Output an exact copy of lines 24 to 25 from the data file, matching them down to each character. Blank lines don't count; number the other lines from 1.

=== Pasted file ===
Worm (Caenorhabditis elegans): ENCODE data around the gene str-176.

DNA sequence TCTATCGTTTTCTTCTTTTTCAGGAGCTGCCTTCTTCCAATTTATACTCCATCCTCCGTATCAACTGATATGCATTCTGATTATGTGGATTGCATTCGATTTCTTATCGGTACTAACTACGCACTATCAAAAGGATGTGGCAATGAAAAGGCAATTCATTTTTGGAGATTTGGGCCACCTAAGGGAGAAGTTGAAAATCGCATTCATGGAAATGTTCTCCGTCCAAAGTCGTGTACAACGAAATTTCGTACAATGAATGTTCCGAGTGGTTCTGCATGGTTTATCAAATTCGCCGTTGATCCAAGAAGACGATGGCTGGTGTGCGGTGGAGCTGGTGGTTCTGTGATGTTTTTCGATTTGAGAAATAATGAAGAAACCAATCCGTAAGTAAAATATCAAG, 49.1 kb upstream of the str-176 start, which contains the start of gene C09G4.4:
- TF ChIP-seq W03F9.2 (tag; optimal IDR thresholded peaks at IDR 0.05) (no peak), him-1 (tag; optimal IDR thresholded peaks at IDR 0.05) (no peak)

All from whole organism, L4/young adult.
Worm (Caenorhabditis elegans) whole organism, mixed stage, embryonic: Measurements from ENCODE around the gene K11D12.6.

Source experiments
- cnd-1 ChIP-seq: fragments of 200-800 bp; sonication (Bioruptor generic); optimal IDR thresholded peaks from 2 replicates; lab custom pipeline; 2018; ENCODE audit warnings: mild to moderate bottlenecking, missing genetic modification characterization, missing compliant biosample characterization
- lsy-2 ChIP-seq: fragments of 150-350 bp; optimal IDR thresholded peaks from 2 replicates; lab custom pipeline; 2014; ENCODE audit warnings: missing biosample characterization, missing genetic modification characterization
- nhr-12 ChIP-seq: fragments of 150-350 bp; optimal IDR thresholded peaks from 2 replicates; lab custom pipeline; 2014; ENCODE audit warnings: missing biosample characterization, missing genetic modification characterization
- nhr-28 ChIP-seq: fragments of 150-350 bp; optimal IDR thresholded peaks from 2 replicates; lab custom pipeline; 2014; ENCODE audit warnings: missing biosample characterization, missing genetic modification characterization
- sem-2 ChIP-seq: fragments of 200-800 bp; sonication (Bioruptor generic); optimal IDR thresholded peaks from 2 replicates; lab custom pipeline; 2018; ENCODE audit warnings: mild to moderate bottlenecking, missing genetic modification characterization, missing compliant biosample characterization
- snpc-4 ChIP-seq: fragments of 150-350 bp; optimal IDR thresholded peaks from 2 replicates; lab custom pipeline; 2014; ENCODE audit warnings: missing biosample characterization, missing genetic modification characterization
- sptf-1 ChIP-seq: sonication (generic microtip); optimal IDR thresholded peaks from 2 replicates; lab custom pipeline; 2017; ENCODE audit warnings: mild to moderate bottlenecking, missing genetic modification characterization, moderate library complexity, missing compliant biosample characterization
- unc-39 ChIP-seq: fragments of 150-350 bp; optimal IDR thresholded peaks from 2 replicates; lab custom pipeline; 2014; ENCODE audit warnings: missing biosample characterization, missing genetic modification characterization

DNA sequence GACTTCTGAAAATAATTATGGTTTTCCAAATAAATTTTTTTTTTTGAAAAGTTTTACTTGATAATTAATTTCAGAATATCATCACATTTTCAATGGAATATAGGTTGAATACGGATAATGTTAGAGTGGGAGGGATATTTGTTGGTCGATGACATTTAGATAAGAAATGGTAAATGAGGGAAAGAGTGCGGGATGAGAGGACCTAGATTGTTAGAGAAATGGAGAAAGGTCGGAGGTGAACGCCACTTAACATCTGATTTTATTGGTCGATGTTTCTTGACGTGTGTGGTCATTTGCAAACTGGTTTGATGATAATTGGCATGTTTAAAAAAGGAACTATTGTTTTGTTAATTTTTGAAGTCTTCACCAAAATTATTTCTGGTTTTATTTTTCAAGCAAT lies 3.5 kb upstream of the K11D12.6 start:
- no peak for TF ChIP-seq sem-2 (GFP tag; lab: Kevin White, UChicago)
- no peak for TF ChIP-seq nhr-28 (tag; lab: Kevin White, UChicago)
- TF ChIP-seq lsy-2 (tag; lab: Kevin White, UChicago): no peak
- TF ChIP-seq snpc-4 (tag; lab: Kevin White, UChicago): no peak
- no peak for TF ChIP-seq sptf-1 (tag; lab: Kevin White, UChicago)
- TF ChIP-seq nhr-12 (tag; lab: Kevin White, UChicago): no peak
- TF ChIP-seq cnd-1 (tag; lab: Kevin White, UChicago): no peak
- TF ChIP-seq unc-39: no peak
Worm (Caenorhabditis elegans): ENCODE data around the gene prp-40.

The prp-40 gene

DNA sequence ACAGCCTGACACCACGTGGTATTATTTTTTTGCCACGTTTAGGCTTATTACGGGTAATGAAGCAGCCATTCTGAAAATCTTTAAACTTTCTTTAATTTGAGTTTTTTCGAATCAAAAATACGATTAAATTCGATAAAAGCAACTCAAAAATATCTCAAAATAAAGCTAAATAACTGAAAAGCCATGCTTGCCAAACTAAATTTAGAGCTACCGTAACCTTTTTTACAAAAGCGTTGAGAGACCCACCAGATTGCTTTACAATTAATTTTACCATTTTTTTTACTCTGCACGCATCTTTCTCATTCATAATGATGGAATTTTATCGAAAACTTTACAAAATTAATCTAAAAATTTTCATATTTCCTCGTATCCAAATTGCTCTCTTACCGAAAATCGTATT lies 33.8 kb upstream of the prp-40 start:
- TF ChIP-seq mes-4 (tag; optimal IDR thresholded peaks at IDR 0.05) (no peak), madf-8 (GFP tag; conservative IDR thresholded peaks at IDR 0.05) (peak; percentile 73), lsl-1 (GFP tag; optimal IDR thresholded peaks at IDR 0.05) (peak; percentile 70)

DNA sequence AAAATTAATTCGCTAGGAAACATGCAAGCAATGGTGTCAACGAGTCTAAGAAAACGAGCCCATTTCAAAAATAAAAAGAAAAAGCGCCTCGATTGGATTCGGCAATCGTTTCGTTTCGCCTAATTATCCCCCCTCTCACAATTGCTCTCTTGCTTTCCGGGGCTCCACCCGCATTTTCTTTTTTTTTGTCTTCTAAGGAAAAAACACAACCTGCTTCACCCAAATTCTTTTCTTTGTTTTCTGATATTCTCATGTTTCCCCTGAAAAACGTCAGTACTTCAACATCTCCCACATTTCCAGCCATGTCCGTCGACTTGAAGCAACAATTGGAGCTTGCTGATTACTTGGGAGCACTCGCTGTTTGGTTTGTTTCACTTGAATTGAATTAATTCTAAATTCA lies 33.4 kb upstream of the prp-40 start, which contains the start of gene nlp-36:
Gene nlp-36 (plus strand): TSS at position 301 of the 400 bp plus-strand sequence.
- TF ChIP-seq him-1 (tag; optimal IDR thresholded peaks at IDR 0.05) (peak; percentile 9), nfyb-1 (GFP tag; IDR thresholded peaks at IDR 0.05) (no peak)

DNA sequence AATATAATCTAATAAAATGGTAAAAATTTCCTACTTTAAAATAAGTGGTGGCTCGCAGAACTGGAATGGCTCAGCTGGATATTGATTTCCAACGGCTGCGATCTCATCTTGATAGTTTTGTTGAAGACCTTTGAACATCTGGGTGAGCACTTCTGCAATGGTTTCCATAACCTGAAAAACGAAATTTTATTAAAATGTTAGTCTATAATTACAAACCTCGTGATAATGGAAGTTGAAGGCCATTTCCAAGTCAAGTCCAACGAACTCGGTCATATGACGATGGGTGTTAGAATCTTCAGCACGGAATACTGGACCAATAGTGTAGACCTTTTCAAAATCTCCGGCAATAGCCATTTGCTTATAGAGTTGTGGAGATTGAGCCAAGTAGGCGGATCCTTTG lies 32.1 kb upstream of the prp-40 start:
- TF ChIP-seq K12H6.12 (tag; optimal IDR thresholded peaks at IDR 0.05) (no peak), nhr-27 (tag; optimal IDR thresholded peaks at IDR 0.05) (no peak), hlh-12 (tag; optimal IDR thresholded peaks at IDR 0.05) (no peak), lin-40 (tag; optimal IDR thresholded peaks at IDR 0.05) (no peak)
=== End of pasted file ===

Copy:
Worm (Caenorhabditis elegans): ENCODE data around the gene prp-40.

The prp-40 gene